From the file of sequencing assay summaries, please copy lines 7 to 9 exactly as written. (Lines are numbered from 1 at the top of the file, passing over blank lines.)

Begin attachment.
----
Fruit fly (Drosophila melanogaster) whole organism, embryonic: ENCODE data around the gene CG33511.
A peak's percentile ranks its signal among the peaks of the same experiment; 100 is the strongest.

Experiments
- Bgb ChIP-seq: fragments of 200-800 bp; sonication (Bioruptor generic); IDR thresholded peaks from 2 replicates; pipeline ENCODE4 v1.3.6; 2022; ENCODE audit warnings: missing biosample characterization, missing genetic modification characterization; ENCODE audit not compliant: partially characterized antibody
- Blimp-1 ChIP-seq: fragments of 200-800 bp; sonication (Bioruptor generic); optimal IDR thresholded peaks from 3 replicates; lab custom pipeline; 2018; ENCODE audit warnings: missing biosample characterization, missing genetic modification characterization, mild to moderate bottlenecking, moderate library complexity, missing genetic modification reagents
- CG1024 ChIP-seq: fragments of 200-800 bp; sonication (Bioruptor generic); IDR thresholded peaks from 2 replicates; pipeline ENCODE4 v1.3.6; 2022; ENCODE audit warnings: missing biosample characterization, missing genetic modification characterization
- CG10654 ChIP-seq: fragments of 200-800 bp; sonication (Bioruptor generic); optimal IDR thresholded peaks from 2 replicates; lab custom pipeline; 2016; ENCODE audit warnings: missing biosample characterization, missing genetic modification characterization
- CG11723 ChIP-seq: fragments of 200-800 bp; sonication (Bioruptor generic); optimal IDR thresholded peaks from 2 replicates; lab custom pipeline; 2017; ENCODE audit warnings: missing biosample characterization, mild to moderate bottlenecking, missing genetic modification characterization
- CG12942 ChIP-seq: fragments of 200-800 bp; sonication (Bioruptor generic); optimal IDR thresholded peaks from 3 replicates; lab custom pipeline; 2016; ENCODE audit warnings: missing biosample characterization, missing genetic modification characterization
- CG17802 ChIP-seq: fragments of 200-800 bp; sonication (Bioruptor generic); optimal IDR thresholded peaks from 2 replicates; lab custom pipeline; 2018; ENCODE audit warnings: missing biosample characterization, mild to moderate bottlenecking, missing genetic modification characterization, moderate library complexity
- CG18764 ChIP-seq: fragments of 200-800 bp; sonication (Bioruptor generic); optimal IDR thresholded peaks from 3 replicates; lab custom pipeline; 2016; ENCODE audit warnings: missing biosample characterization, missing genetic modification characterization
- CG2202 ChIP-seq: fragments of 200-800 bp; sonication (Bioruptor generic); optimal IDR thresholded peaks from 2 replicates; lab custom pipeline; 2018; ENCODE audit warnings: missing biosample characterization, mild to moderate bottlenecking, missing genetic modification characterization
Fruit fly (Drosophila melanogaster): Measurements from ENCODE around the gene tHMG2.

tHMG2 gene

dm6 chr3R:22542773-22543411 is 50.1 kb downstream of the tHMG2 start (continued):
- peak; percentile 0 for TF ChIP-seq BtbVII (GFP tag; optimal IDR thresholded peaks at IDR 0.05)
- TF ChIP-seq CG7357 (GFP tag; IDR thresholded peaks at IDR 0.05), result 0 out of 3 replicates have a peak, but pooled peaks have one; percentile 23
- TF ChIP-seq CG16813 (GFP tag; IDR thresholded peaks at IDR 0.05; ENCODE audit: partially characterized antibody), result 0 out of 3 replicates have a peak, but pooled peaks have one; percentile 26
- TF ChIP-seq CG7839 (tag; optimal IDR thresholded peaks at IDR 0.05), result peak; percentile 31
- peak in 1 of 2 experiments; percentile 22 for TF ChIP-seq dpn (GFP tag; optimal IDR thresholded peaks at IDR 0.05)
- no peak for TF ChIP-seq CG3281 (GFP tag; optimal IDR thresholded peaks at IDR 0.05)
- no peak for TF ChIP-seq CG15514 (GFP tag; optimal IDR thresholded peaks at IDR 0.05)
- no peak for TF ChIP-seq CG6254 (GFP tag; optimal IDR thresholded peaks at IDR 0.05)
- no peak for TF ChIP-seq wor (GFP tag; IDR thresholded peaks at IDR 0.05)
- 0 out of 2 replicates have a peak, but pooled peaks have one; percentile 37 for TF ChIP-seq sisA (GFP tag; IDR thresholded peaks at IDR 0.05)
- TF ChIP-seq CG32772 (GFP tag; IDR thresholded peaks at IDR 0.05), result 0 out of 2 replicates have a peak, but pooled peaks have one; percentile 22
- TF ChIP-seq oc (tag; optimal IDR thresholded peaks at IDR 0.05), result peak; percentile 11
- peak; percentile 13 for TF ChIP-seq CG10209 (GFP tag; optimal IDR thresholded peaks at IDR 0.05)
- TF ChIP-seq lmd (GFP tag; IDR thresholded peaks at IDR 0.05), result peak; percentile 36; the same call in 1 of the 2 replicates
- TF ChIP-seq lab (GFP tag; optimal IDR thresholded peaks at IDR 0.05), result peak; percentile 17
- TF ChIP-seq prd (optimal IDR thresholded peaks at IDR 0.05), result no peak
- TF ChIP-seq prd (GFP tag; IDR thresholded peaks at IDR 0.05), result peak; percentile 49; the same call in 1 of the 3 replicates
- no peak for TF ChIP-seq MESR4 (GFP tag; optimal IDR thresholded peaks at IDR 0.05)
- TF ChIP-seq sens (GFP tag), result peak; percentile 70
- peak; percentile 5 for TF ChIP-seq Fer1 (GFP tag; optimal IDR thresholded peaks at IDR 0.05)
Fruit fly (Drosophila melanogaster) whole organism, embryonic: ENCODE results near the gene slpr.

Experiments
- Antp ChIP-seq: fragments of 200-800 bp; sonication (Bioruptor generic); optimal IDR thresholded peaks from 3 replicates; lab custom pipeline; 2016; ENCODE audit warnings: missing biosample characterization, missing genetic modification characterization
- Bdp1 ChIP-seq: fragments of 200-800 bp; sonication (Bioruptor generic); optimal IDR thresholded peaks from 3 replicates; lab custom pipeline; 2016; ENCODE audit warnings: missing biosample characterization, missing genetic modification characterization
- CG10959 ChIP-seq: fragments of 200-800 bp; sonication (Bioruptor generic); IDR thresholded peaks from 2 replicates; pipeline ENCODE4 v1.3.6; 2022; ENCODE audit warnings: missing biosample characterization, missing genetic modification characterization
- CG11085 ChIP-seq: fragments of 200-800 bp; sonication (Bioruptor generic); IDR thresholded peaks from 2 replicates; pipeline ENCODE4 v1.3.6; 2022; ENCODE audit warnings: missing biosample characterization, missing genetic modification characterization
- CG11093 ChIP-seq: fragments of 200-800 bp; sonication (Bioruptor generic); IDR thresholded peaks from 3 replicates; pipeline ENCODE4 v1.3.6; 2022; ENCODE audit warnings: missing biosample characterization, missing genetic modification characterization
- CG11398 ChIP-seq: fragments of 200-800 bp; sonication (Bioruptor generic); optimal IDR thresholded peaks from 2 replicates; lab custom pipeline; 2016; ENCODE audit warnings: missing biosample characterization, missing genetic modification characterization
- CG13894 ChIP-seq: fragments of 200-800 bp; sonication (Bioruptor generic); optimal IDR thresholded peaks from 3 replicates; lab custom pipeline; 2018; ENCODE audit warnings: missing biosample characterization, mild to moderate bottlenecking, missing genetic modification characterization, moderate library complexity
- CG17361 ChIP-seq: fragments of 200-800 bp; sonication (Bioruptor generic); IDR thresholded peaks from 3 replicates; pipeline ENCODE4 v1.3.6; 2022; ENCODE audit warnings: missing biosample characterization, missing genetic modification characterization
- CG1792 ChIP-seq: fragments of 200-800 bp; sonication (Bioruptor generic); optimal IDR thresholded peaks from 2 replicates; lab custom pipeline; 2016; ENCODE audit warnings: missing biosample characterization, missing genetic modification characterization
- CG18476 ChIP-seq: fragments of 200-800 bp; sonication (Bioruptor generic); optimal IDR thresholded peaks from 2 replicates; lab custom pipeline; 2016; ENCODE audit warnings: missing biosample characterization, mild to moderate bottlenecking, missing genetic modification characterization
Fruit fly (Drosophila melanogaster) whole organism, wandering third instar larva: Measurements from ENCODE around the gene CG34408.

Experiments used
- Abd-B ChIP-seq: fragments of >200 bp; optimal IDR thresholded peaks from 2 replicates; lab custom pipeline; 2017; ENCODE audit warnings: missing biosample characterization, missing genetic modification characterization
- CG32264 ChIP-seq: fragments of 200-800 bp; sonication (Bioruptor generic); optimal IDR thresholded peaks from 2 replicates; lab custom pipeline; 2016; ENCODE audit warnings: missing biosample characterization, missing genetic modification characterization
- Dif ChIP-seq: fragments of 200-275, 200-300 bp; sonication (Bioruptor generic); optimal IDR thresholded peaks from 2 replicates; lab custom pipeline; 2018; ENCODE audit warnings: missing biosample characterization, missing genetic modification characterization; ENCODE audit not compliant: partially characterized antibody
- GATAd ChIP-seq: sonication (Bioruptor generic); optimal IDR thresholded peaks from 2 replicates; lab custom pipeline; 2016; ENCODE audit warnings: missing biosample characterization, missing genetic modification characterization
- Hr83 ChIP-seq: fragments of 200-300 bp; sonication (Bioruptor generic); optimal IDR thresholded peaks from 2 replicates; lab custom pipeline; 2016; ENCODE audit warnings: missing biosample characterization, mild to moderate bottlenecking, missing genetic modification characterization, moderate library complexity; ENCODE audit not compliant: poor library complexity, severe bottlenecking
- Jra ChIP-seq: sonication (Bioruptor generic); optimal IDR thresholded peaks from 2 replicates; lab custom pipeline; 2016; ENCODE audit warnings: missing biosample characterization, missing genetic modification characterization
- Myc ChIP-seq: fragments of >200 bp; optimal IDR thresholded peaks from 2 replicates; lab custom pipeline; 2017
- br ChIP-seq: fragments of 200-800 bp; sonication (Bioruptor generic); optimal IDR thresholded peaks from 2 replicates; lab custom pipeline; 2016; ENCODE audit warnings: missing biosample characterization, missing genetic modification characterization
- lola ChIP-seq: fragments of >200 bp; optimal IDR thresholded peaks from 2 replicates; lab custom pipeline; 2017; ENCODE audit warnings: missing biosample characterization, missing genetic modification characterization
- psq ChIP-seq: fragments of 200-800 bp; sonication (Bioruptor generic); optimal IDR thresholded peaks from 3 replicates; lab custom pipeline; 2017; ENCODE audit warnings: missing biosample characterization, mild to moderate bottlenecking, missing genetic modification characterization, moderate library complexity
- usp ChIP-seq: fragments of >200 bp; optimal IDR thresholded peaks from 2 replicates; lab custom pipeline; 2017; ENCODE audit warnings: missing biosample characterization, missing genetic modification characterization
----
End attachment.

- CG10654 ChIP-seq: fragments of 200-800 bp; sonication (Bioruptor generic); optimal IDR thresholded peaks from 2 replicates; lab custom pipeline; 2016; ENCODE audit warnings: missing biosample characterization, missing genetic modification characterization
- CG11723 ChIP-seq: fragments of 200-800 bp; sonication (Bioruptor generic); optimal IDR thresholded peaks from 2 replicates; lab custom pipeline; 2017; ENCODE audit warnings: missing biosample characterization, mild to moderate bottlenecking, missing genetic modification characterization
- CG12942 ChIP-seq: fragments of 200-800 bp; sonication (Bioruptor generic); optimal IDR thresholded peaks from 3 replicates; lab custom pipeline; 2016; ENCODE audit warnings: missing biosample characterization, missing genetic modification characterization